MEXICO CITY, Nov 22 (Reuters) – Mexican companies are spinning off sports, gambling and cell-tower businesses in a bid to revive depressed stock prices, with more such deals likely in the coming months.
Mexican telecommunications giant America Movil (AMXL.MX) kicked off the trend late last year when its shareholders approved the spinoff of its cell tower business. Conglomerate Alfa (ALFAA.MX) did the same, with its investors approving a plan in July to distribute its stake in subsidiary Axtel (AXTELCPO.MX) to existing Alfa shareholders.
That plan followed a previous failed effort to sell Axtel outright.
Then, late last month, broadcaster Televisa (TLEVISACPO.MX), whose shares have plunged more than 40% so far this year, pitched a plan to spin off its sports and gaming operations, arguing that the move would cut corporate expenses.
Some analysts said both Alfa and Televisa may consider further spinoffs as they look to boost their depressed valuations. Other companies, like Coke bottler and retailer Femsa (FEMSAUBD.MX), whose shares are down 3.3% year-to-date, after gaining 6% in 2021, may follow suit.
Such steps have provided some lift to share prices under pressure from concerns about slowing growth in Mexico although they have been far from a panacea. Alfa lost 2.69% the day after its shareholders approved the Axtel spinoff, while Televisa’s shares advanced 0.86% the day after it revealed plans for a similar move.
Meanwhile, shares of America Movil have risen 13% since Sept. 29, the debut of its cell tower unit Sitios Latinoamerica in the market.
Companies with diversified business units such as Alfa have tended to underperform the wider index, but the amount has varied due to the nature of their businesses, experts added.
“There is always an ‘ugly duckling’ aspect to conglomerates, and spinoffs allow the parts to be separated so that the different cycles that one company goes through do not contaminate the others,” Moody’s analyst Nymia Almeida said in a video interview.
‘ROOM TO BREATHE’
In the case of Alfa, eight out of nine analysts consulted by Reuters predicted its petrochemical subsidiary Alpek could be next in line for the spinoff treatment.
“Alpek has shown strong results and a spinoff would leave it room to breathe, make its own operational decisions and achieve the valuation it deserves,” Monex analyst Carlos Gonzalez noted.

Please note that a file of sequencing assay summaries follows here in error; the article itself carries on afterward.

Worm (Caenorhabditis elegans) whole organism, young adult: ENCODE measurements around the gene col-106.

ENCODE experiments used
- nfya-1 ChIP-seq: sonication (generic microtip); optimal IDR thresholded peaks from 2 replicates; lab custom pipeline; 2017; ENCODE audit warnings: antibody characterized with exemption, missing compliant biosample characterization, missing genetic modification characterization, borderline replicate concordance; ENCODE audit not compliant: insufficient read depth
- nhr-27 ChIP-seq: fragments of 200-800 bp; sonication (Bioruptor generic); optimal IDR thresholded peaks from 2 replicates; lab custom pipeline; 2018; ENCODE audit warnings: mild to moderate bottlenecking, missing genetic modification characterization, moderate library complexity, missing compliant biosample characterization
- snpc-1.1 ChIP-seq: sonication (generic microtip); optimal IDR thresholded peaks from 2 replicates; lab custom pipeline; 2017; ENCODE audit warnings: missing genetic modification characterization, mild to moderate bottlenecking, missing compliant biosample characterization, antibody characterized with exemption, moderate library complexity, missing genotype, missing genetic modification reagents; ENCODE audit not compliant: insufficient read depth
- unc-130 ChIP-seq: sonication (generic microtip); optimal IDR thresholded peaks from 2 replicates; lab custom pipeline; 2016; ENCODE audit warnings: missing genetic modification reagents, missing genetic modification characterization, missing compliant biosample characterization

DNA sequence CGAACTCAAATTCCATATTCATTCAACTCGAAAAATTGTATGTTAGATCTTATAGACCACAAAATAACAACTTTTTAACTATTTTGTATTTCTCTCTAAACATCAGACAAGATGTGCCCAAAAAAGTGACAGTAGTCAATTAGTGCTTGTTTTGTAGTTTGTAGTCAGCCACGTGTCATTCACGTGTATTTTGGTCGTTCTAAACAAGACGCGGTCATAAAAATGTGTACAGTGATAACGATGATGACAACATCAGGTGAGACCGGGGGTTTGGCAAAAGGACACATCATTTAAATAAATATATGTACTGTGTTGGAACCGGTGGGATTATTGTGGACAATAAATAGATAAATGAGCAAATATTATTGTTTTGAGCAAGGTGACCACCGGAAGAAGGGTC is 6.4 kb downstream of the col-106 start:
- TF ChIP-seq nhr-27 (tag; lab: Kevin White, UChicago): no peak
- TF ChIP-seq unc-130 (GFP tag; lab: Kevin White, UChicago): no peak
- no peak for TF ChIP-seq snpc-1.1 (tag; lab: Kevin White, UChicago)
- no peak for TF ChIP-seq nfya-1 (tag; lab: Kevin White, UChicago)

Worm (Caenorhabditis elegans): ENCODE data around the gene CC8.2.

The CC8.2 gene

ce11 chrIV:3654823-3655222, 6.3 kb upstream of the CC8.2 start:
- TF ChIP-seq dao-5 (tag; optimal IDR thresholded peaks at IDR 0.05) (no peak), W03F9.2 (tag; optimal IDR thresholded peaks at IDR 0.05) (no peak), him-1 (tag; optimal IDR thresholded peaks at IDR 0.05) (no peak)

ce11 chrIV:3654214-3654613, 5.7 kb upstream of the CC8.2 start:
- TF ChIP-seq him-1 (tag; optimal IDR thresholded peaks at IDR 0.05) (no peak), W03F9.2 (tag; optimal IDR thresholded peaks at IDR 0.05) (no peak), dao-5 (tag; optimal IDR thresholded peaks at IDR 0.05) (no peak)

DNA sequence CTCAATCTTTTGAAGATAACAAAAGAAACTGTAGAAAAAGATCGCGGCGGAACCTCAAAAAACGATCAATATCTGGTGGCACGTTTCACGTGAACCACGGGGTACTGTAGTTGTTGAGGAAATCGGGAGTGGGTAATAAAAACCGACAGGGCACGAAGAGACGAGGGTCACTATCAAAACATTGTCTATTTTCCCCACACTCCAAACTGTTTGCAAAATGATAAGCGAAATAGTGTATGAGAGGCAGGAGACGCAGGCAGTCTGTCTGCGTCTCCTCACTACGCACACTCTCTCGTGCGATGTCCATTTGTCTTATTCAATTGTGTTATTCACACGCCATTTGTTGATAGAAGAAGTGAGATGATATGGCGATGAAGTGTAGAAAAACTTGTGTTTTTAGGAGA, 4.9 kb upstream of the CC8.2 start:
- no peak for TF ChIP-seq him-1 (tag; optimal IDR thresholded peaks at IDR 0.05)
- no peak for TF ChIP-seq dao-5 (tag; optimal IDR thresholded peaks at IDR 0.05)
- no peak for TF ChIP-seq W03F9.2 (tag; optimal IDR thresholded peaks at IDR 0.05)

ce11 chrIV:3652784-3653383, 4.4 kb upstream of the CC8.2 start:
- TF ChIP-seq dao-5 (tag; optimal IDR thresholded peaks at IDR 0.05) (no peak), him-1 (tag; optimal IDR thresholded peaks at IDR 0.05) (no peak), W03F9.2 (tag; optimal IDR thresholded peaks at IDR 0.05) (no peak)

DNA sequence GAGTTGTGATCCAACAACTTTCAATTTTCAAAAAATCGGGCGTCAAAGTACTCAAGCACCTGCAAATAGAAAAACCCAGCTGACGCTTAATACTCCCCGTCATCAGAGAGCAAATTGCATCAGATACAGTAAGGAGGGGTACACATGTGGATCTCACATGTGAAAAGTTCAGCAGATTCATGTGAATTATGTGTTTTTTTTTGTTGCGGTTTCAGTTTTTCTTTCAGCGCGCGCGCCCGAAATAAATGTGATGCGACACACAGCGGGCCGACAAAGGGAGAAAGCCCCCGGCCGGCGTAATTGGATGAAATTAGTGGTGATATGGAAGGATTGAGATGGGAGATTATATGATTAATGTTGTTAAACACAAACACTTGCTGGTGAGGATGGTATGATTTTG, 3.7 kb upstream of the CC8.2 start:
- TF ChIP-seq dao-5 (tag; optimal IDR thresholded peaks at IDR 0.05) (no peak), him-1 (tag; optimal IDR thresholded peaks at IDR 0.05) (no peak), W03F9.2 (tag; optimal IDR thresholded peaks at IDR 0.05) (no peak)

Unlike Axtel, whose shares have consistently underperformed Alfa’s, the stock performance of Alpek has been stronger than that of its parent over the past year.
Asked about a future Alpek spinoff, a spokesperson for the conglomerate said that “for now, the focus is on successfully concluding the spinoff of our stake in Axtel. The next steps and their times would be defined later.”
Televisa, meanwhile, could follow its sports spinoff with either its editorial or magazine businesses, two analysts said. Both said any such move would likely happen in the longer term.
A spokesperson for Televisa declined to comment about future spinoffs.
Bottler FEMSA, whose businesses range from gas stations to convenience stores, could also look to hive off one or more of its units, according to six analysts interviewed by Reuters.
Its Solistica logistics business, which has expanded through a string of recent acquisitions, would be one obvious candidate, four analysts said.
Other candidates include FEMSA’s marquee Oxxo convenience store chain as well as its Spin fintech business, which aims to reach 10 million users by 2023.
Still, there is little certainty on Femsa’s next move after a recent string of acquisitions including Swiss kiosk operator Valora. The company may make an announcement about its restructuring process during the first quarter, analysts said.
“FEMSA could sell small parts such as its gas stations, make an extraordinary dividend, perform buybacks or increase capital allocation to core businesses such as Oxxo to align its activity with market expectations,” Itau analyst Alejandro Fuchs said, adding that such moves might predate any spinoff decision.
A FEMSA representative did not reply to a request for comment.
Reporting by Valentine Hilaire in Mexico City; Editing by Christian Plumb and Matthew Lewis
Our Standards: The Thomson Reuters Trust Principles.